GeT_RiGhT shares emotional message to fans following NiP's elimination at ESL Cologne - Dexerto

GeT_RiGhT shares emotional message to fans following NiP’s elimination at ESL Cologne

Published: 5/Jul/2019 21:56 Updated: 5/Jul/2019 22:35

by Alan Bernal


Emotions both seering and somber filled the LANXESS Arena after the Counter-Strike event ever since they took the top honors during their epic run in 2014.

Even though the team hasn’t always put up a memorable performance at ESL One, simply seeing the likes of Patrik ‘f0rest’ Lindberg or GeT_RiGhT in front of the crowded Cologne stadium is enough to conjure nostalgia among NiP fans and the broader CS:GO community.


Helena Kristiansson / ESLA legend of the game pictured with his ESL One Cologne trophy in 2014.

Emotions filled the LANXESS Arena

The culmination of those feelings erupted within GeT_RiGhT and the audience after his longtime club were ousted at Cologne in a competitive but ultimately fruitless 2-0 loss to Natus Vincere in the Quarterfinals.

While the 29-year-old Swedish player has already been heavily vocal that his time with the Ninjas might be nearing its end, words were hardly needed to convey his sentiments in the aftermath of his team’s elimination.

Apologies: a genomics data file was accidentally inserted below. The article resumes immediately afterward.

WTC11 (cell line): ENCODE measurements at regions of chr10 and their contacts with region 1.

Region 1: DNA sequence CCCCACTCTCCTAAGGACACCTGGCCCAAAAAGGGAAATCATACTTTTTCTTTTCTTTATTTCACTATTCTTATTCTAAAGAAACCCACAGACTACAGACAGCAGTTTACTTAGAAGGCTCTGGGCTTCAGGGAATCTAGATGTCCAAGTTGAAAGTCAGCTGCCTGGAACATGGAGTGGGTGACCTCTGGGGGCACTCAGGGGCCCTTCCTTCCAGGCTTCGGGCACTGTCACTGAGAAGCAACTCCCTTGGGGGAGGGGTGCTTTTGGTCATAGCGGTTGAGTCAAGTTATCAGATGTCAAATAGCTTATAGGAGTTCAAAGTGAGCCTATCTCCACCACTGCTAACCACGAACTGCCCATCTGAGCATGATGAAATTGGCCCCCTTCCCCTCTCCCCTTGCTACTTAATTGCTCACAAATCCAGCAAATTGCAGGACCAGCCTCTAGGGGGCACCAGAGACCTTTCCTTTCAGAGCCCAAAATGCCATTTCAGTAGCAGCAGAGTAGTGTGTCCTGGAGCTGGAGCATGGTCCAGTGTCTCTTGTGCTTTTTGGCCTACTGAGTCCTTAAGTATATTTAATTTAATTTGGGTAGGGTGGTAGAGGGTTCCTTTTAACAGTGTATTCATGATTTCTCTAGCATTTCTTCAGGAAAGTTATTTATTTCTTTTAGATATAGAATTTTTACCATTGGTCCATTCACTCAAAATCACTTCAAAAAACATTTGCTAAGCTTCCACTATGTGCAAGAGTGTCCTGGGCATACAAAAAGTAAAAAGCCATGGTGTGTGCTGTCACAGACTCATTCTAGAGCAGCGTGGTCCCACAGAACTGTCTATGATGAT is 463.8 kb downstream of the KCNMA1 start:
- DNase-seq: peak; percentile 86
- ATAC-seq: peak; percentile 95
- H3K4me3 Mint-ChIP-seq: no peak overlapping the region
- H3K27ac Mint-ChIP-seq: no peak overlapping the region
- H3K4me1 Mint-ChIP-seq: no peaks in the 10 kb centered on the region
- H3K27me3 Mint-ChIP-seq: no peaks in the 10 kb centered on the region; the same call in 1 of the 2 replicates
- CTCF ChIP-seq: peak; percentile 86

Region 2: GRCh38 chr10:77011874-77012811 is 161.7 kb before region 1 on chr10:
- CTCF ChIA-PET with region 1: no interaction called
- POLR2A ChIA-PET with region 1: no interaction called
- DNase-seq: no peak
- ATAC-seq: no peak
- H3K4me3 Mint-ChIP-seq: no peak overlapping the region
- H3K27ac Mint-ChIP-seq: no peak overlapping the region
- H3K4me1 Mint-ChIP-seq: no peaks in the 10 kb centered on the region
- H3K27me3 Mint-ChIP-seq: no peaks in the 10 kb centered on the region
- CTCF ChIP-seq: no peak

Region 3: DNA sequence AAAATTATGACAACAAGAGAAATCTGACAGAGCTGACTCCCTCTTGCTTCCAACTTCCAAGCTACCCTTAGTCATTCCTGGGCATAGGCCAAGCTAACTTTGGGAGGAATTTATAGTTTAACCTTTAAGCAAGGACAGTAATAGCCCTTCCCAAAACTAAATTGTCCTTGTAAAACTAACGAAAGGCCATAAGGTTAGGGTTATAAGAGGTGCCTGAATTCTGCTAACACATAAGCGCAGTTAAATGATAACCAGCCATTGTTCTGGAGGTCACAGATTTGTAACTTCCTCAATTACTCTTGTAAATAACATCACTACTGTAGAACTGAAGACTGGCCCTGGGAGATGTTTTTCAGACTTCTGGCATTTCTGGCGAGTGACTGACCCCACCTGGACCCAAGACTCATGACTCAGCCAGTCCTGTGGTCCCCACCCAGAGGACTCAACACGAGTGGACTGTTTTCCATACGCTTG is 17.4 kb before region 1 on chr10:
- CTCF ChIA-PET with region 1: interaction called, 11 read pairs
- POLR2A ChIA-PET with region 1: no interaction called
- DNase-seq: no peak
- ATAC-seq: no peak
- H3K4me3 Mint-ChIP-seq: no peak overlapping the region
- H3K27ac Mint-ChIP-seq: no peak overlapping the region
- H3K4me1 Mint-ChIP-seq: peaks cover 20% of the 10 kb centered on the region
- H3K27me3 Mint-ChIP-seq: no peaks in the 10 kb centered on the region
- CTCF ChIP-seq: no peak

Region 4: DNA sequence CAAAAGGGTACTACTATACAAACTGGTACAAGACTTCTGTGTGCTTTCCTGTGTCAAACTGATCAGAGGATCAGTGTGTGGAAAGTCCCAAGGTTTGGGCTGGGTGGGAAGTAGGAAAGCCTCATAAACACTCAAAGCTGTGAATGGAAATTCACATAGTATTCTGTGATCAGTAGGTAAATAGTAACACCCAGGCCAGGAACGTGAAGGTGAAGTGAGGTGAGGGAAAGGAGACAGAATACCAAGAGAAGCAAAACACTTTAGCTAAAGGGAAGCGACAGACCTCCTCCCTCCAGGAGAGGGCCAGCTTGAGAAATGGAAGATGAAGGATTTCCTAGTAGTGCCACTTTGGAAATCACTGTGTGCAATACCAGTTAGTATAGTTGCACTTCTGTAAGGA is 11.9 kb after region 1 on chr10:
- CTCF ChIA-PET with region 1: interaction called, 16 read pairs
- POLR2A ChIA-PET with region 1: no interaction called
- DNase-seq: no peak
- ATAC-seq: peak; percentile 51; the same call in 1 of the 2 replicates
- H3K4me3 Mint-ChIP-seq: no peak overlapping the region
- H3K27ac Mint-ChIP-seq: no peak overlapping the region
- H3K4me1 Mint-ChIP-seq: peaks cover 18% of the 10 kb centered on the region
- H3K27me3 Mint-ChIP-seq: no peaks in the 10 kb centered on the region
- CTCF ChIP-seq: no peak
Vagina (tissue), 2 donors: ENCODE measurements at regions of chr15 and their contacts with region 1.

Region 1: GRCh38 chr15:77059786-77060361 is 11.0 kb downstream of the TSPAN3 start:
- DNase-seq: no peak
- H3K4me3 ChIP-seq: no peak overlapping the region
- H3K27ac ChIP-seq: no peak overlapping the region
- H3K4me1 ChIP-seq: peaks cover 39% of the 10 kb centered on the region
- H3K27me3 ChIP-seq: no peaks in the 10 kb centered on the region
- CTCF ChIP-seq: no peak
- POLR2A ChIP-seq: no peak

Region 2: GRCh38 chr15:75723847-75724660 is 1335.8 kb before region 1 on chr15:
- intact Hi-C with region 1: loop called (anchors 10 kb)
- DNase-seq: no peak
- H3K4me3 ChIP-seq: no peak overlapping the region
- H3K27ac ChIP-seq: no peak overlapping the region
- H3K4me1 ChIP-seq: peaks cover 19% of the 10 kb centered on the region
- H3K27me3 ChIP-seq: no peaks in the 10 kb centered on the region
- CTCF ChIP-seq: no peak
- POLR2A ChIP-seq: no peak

“I’ve played this game for 20 years, lived and breathed this game for such a long time,” GeT_RiGhT said as the emotions were starting to take hold. “It means the world to me to just be standing here. I can’t really get out the words to express how I’m feeling right now, I’m just super happy to be here still.”

The esports legend was beside himself as he delivered a gut-wrenching final thought to potentially wrap up his time wearing the NiP crest at the LANXESS Arena.

“I didn’t know this would be so painful for me,” GeT_RiGhT said. “But I’m just very happy that there’s still people that are supporting me and supporting NiP and…”


Almost in sync with his loss for words, the crowd emulated the electric atmosphere that GeT_RiGhT has long delivered while representing his club throughout the years by voraciously cheering “let’s go GeT_RiGhT.”

Helena Kristiansson / ESLGeT_RiGhT’s passion on NiP will long be missed, but he’ll still be looking to compete at a high level.

What’s next for NiP and GeT_RiGhT

While the Ukranian org led by CS:GO phenom Oleksandr ‘s1mple’ Kostyliev advance to the semifinals to meet with World #1 Team Liquid, GeT_RiGhT will look to the Berlin Major as his potential swan song with NiP.